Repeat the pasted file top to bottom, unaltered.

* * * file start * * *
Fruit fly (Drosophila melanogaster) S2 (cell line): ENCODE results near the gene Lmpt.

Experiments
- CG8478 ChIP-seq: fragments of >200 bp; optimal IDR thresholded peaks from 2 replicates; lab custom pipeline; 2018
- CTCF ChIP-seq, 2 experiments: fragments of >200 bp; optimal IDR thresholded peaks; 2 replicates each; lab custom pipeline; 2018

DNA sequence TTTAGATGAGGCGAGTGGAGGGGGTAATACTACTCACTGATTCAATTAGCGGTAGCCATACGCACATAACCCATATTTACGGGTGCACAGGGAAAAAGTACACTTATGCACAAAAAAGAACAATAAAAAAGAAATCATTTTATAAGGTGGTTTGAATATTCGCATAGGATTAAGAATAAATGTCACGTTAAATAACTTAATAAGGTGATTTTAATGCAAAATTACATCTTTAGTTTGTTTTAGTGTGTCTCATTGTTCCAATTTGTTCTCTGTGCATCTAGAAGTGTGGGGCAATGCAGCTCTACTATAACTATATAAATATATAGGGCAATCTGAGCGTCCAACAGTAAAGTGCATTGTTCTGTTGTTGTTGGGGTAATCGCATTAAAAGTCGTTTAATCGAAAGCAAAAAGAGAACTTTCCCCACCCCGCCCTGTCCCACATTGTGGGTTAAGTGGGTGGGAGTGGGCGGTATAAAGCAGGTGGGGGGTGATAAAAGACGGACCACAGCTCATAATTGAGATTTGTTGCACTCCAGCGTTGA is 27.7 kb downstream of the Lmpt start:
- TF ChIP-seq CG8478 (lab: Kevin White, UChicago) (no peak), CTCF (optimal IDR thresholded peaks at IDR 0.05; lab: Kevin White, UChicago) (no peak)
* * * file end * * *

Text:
Fruit fly (Drosophila melanogaster) S2 (cell line): ENCODE results near the gene Lmpt.

Experiments
- CG8478 ChIP-seq: fragments of >200 bp; optimal IDR thresholded peaks from 2 replicates; lab custom pipeline; 2018
- CTCF ChIP-seq, 2 experiments: fragments of >200 bp; optimal IDR thresholded peaks; 2 replicates each; lab custom pipeline; 2018

DNA sequence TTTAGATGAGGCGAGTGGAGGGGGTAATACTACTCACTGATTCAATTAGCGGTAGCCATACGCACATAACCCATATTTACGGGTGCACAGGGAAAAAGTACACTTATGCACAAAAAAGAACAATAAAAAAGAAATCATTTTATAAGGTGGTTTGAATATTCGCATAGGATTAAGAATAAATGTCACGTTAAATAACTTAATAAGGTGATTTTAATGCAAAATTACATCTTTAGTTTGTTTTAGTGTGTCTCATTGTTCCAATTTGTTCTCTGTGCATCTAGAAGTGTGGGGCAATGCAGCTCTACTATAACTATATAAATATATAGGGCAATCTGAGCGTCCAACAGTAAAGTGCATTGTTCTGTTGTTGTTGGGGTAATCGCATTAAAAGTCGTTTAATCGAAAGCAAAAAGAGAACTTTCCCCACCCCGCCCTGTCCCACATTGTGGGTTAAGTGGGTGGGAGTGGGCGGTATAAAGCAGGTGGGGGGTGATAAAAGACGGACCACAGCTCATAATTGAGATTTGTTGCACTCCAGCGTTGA is 27.7 kb downstream of the Lmpt start:
- TF ChIP-seq CG8478 (lab: Kevin White, UChicago) (no peak), CTCF (optimal IDR thresholded peaks at IDR 0.05; lab: Kevin White, UChicago) (no peak)